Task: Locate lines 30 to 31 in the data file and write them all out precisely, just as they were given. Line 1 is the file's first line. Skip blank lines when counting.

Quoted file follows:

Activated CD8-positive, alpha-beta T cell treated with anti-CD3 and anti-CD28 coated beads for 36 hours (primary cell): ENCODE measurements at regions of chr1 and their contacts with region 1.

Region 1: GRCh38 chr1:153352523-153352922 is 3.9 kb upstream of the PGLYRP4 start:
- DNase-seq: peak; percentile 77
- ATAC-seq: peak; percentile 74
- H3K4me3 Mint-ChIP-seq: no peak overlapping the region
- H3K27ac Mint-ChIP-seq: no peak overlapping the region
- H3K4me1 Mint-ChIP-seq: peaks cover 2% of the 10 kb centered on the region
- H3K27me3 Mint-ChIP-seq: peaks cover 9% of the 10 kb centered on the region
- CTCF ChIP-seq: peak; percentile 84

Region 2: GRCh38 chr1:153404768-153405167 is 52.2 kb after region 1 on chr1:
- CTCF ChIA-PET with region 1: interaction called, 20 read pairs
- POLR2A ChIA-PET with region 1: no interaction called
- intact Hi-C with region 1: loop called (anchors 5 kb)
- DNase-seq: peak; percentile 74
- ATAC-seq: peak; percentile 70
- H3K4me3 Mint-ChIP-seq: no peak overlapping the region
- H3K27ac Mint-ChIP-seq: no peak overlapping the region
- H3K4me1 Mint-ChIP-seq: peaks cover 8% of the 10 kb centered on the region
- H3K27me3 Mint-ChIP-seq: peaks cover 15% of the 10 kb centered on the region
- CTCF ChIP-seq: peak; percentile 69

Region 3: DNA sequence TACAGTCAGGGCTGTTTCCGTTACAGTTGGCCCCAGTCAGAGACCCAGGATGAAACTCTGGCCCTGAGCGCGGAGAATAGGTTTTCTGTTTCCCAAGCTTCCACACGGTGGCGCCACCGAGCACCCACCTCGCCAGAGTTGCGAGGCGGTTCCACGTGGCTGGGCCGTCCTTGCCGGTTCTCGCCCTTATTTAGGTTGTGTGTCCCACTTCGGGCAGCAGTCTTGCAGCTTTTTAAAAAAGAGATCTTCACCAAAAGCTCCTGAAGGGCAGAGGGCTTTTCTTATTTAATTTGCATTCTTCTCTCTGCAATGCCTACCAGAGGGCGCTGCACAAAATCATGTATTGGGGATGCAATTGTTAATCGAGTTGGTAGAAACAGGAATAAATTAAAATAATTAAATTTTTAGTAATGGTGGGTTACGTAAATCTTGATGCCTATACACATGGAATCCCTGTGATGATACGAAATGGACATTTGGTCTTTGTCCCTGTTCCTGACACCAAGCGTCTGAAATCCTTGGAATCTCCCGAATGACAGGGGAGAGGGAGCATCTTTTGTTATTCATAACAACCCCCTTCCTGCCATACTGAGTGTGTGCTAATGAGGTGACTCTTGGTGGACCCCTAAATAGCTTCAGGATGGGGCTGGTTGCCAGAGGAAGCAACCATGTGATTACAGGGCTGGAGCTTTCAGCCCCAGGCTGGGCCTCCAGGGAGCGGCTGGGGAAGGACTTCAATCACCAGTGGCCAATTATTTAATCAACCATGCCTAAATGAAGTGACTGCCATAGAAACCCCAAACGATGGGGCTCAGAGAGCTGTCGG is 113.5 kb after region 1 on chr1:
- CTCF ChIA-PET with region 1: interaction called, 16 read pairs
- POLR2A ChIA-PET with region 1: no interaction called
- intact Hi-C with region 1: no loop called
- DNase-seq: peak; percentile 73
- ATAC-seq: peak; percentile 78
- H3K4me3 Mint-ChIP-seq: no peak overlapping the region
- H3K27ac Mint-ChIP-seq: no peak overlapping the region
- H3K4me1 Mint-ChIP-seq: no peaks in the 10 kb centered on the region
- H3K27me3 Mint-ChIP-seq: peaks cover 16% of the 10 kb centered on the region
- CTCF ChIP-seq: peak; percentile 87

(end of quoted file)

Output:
- H3K27me3 Mint-ChIP-seq: peaks cover 16% of the 10 kb centered on the region
- CTCF ChIP-seq: peak; percentile 87